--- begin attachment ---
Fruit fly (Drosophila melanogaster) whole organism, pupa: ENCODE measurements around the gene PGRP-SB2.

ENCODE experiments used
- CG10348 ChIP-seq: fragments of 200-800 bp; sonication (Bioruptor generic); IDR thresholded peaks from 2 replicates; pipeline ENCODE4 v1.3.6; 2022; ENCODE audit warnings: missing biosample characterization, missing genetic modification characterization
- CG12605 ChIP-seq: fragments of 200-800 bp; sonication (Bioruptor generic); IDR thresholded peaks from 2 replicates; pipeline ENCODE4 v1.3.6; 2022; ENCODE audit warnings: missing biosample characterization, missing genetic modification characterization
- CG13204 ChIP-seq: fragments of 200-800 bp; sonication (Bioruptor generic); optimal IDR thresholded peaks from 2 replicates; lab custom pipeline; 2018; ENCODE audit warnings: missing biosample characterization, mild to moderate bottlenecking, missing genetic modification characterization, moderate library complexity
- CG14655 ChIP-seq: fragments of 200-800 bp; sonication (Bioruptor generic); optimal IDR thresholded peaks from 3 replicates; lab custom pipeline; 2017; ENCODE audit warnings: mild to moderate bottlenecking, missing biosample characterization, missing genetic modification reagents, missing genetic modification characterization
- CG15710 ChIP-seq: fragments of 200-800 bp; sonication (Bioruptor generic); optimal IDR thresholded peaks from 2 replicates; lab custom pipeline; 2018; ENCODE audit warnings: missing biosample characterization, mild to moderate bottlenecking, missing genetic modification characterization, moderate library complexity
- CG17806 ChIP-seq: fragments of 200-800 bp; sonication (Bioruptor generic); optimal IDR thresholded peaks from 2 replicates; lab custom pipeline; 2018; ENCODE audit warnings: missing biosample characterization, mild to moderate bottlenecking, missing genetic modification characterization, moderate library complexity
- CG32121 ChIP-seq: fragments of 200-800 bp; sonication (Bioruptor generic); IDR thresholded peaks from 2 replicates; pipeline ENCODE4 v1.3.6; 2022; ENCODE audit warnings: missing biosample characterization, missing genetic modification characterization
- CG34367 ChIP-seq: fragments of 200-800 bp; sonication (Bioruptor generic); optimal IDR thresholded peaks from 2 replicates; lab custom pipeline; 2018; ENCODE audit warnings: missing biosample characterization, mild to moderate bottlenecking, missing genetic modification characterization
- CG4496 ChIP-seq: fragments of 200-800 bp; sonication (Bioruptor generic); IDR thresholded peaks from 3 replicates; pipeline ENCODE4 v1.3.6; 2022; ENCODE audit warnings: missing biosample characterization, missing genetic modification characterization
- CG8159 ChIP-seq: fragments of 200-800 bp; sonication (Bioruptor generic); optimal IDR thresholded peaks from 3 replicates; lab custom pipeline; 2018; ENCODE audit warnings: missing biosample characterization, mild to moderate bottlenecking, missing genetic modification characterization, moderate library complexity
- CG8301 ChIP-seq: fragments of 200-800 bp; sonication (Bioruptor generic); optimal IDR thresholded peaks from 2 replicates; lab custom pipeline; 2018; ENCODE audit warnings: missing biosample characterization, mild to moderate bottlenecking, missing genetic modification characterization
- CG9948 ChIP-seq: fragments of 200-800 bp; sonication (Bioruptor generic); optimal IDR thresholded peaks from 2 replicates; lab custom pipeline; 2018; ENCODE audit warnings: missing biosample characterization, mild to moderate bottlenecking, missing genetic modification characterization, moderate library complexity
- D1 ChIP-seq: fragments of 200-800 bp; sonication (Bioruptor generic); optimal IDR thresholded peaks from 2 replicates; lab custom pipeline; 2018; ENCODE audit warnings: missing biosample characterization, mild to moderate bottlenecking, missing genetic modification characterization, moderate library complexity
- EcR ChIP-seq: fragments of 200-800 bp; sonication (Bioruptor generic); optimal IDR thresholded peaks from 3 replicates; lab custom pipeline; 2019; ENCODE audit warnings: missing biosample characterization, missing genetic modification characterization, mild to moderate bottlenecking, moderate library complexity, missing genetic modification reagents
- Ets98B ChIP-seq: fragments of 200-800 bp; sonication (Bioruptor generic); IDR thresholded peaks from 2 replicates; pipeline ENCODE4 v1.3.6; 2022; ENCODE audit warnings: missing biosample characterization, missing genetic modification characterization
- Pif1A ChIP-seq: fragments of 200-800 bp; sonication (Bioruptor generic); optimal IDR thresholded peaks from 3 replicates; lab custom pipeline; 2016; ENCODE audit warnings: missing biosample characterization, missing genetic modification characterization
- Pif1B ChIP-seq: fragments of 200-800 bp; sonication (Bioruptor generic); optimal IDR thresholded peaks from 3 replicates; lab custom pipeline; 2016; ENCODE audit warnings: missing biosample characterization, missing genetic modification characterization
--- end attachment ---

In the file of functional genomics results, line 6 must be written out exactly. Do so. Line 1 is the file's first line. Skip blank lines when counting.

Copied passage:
- CG14655 ChIP-seq: fragments of 200-800 bp; sonication (Bioruptor generic); optimal IDR thresholded peaks from 3 replicates; lab custom pipeline; 2017; ENCODE audit warnings: mild to moderate bottlenecking, missing biosample characterization, missing genetic modification reagents, missing genetic modification characterization